Tuesday, November 06, 2007

Bloodgod –review

Author: Paul Stewart Kemp

First Published: 2001

Contains spoilers

The Blurb: An archaeological expedition to a desert region uncovers both an ancient temple with strange hieroglyphics as well as an old man with a story to tell. Merricah speaks of a creature that decimated most of two tribes, and relays the whereabouts of a magical box that contains the Master of Kar’mi’shah. He has remained in isolation inside the buried temple for hundreds of years, waiting for the tribes to return, and for someone to release his Master.

Jenner Hoard is a thief recently released from prison. Montague, his benefactor, does not want him to quit working for him, and already has two lucrative jobs lined up for an anonymous customer, a deal involving the Blood of the Ancients, and the theft of a mysterious box from an apartment building in London.

Times have never been more desperate for the vampire community living in the darkest depths of London. Alexia is one such vampire who has a brutal encounter with the Howler of Westminster after a butchered corpse is found floating in the Thames.

Human vampire hunters, known as Skulkers, have become more skilful and connected over the years, and find easy prey in those demons who are too careless about their actions. Join Alexia as she struggles to survive in a dark and foreboding world, where even demons suffer anguish, and in death there is still a fight.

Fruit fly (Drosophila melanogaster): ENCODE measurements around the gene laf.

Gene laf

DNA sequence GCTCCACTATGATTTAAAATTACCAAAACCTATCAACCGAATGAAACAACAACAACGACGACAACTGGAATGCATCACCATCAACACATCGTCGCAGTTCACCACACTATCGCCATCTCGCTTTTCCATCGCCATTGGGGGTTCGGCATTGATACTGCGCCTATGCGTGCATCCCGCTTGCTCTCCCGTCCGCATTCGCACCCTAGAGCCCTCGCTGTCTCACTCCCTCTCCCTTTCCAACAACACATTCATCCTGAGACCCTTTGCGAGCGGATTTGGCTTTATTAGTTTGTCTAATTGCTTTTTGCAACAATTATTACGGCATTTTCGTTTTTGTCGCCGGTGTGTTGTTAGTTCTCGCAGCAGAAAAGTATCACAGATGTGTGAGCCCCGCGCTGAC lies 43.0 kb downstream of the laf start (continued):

The review: When they say never judge a book by its cover, normally they should add or by its blurb. In this case, however, the blurb is actually quite a good précis of the story you’d read if you picked up this, book 1 of the vampire gods of Kar’mi’shah.

The prologue feels almost Lovecraftian, archaeologist in unknown temple, great demonic guardian and mysterious immortals with tales to tell. It is a nice opening but do not be fooled as the book takes on its own shape thereafter. The majority of the book takes place in London and it is a dark, gothic London recognisable and yet eerily different, and the difference is grown within the richness of the prose.

When it comes to human characters our main protagonist is Jenner and he is a well written ne’r do well that we can’t help but connect to. Yes he is a thief, newly released from prison, but within his narrative we grow to like him, almost as a loveable rogue, his dark edges are almost understandable and we can sympathise if not agree with his stance on life.

I said most of the book takes place in London for some takes place in Kar’mi’shah, this is another world altogether. Culturally like Egypt, I’d guess, but an Egypt in a lush and fertile land, it was ruled by vampires who were treated as Gods. After disaster struck, in the form of a demonic creature that decimated the vampire tribes, the vampires fled to our world. One imagines that there was previous passage between the two worlds – the Faraoh tribe are shapeshifters and often appeared to the populace as animal headed Gods, ala Egyptian religion, and Christianity travelled to Kar’mi’shah, but did not get a foothold – however after the disaster most could not return and became refugees in our world.

Other vampires have been created in our world, vampires who know nothing of Kar’mi’shah and, had these been Christian before turning, psychologically they may react to Christian icons in the traditional vampire way. Sunlight is a killer, as is beheading and vampires dust on death – unless killed by the demon creature.

Personality wise Kemp has created vampires who are aloof – they believe themselves to be Gods after all. There is a pathos drawn into their characters but mostly it is for lost Kar’mi’shah and family members and not because they want to whine about their condition.

An excellent dark fantasy, well worth your time and miles from the mainstream. 7 out of 10.

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